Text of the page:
Dans un avenir proche, il se peut que les radiologues analysent des “nombres” plutôt que des images. Ce changement radical permettrait non seulement de faire un grand pas vers l’objectif fixé en matière de médecine préventive mais il pourrait surtout modifier le système de soins de santé dans son ensemble. Voici les explications.radiologue, visualisation, image

De nos jours, les médecins prescrivent des examens d’imagerie afin de déceler la présence d’une cause ou d’une maladie spécifique et généralement caractéristique. Les données de pixel acquises à l’aide de la modalité d’imagerie sont assemblées (ou reconstruites / affichées) pour former une image compréhensible par le cerveau humain. Les radiologues sont formés pour reconnaître, comprendre et analyser les formes, les ombres et les couleurs présentes sur cette image afin de poser un diagnostic.

HealthIT technologies that are flexible provide more value to organizations

The right technology solution can be a catalyst for healthcare providers to achieve their goals. That point is not lost on today’s HealthIT leaders who ranked IT Value Proposition Carestream Vue Clinical Collaboration Platform among their top concerns for 2016 in the annual IT Trends Study from the Society for Information Management (SIM).

Not only was IT Value Proposition in the top 10 of the most important IT management issues for the organization, it was also in the top 10 of the personally most important IT management issues, coming in at No. 6 and No. 8, respectively. Their personal concern for IT’s value proposition “demonstrates that IT leaders not only consider themselves technology leaders, but also recognize the significant role they play in the achievement of organization goals,” according to the study.

Carestream’s Vue Clinical Collaboration Platform (CCP) is a great example of a technology solution with a strong health IT Value Proposition, equipping those responsible for providing, receiving and reimbursing care with the ability to share and manage clinical data in ways that can help reduce costs and improve care.  Additionally, CCP manages images with a standards-based modular platform, which means an organization can implement the programs it needs in the short term, and add additional modules at a later time as needed.

Defined requirements lay the path for future growth and change

As healthcare organizations plan for the future growth and integration of clinical data into their IT ecosystems, it’s crucial to start with clearly defining the functional requirements that span the needs of users across the enterprise. Why? Because well-defined functional requirements specify exactly what IT systems need to accomplish in each department and across the healthcare organization, and delineate the metrics for success. Also, functional requirements help frame the core questions posed in Requests for Proposals (RFPs) or tenders and define for vendors the capabilities that must be provided to advance interoperability and accessibility. Lastly, if your organization wants to plan for growth and change, functional requirements define the standards that must be met to ensure future compatibility and minimize disruption.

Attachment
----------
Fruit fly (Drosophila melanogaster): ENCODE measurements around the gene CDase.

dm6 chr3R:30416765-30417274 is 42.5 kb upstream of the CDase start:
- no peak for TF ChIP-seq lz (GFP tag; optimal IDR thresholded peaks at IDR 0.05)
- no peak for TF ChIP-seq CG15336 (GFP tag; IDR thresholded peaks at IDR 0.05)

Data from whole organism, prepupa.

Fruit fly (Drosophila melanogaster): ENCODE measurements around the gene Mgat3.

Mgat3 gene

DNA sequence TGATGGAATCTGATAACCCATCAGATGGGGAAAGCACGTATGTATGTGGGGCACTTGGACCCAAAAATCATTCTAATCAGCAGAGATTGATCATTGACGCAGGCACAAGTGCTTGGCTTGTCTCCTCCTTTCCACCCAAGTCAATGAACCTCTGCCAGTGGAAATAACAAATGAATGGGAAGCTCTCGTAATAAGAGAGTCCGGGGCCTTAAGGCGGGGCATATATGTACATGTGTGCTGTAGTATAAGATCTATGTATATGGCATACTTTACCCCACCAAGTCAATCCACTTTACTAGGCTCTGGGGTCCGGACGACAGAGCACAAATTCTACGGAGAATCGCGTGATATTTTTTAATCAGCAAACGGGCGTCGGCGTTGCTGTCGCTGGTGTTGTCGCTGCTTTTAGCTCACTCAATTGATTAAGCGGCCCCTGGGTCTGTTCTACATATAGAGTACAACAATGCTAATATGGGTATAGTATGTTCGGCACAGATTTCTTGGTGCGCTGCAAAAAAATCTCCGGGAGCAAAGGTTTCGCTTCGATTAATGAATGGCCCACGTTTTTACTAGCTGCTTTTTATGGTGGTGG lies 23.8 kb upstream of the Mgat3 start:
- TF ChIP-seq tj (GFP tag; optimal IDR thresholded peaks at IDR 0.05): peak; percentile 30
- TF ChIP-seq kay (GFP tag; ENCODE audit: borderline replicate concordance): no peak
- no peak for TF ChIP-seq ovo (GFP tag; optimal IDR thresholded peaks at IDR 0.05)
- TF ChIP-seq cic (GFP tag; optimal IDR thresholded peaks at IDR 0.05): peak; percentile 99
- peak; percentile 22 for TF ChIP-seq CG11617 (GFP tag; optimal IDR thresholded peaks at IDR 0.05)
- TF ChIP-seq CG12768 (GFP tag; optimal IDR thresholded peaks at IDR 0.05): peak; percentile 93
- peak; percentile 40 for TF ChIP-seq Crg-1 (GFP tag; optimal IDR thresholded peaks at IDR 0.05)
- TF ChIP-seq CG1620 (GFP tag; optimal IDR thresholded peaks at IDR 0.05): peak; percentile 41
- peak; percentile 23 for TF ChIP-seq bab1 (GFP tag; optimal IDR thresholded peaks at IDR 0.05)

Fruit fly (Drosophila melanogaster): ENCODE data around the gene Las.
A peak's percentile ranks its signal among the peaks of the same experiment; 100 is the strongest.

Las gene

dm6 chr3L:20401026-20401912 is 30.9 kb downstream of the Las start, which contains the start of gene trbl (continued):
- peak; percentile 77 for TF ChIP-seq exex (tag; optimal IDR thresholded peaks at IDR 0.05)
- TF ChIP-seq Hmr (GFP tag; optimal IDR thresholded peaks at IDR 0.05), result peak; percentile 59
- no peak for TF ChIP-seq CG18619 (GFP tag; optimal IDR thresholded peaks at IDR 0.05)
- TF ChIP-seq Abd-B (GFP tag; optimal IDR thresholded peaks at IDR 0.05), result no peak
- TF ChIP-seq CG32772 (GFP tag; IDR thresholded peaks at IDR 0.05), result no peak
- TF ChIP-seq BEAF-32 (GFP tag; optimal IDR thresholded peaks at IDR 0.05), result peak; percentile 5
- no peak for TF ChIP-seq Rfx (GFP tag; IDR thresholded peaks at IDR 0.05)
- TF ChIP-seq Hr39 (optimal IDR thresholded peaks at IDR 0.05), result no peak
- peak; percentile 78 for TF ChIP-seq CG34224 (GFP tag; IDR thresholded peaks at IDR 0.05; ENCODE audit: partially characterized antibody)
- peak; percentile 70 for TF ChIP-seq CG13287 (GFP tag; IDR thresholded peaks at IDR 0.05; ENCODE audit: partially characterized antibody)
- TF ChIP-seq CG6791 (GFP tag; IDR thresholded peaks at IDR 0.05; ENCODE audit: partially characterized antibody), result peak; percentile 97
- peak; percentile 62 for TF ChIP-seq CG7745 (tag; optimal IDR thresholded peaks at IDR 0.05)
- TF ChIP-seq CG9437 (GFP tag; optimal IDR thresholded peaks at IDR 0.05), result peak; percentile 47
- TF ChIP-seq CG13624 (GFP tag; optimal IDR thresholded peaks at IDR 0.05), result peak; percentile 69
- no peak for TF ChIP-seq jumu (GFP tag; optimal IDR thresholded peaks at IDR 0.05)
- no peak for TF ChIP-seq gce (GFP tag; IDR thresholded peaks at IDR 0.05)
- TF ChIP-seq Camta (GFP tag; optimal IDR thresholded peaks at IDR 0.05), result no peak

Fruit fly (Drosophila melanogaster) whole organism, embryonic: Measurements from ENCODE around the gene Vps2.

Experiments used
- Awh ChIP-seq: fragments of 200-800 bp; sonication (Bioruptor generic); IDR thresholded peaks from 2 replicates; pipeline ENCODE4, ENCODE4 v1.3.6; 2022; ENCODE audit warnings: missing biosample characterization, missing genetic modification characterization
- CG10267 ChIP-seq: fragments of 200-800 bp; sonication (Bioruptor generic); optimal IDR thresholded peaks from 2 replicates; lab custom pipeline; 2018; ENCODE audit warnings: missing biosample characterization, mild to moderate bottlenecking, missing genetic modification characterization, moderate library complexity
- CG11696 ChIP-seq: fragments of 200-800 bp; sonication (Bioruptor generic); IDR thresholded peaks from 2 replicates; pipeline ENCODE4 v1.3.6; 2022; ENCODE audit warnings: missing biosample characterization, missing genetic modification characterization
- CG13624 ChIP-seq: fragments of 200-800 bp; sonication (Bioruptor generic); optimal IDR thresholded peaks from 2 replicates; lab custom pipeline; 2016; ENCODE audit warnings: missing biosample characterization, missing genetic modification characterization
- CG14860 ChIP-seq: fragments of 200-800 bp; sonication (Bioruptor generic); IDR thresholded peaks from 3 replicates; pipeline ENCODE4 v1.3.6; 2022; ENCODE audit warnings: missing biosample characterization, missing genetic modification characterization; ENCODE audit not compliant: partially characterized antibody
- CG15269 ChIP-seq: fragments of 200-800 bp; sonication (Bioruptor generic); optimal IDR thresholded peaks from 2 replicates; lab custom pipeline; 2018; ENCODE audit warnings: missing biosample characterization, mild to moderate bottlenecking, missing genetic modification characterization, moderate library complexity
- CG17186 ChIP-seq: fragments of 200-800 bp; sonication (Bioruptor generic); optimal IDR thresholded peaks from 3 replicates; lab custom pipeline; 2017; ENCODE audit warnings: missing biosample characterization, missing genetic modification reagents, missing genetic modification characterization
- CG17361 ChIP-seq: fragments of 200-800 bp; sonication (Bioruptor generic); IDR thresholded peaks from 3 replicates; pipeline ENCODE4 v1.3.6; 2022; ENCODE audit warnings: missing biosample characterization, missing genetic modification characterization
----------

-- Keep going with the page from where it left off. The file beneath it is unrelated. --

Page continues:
This white paper provides an overview of the key functional requirements that must be built around four distinct modules:

  • Data capture and ingestion
  • Clinical management
  • Enterprise repository/archive
  • Collaboration

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Enterprise Imaging Strategies for M&AsTres estrategias para minimizar la interrupción de servicio después de una fusión

Como consultor de las TI en el Cuidado de la Salud, tengo la oportunidad de reunirme con altos ejecutivos en hospitales a lo largo del país. Debido a la tendencia de adquisiciones por la fuerte afiliación al cuidado de la salud hoy en día, no me sorprende que este sea un tema principal para altos ejecutivos y líderes de los departamentos que se verán afectados. Una preocupación particular es asegurarse de que los servicios de imagenologia no se vean interrumpidos durante o después de la adquisición. Esto requiere que la protección y accesibilidad a través de ajustes de cuidados. Para poder hacer frente a este desafío se requiere una estrategia de imagenologia robusta a lo largo de la empresa posterior a la fusión. Recientemente, El Instituto para la Transformación de Tecnología para la Salud (iHT2) llevo a cabo un proyecto de investigación, del cual fui participe. De esta investigación resultaron un detallado libro blanco y un seminario que exploró tres estrategias clave de integración:

  • Estrategia Centrada en el Departamento de PACS
  • Estrategia Centrada en la Empresa de Almacenaje
  • Estrategia a lo Largo de la Empresa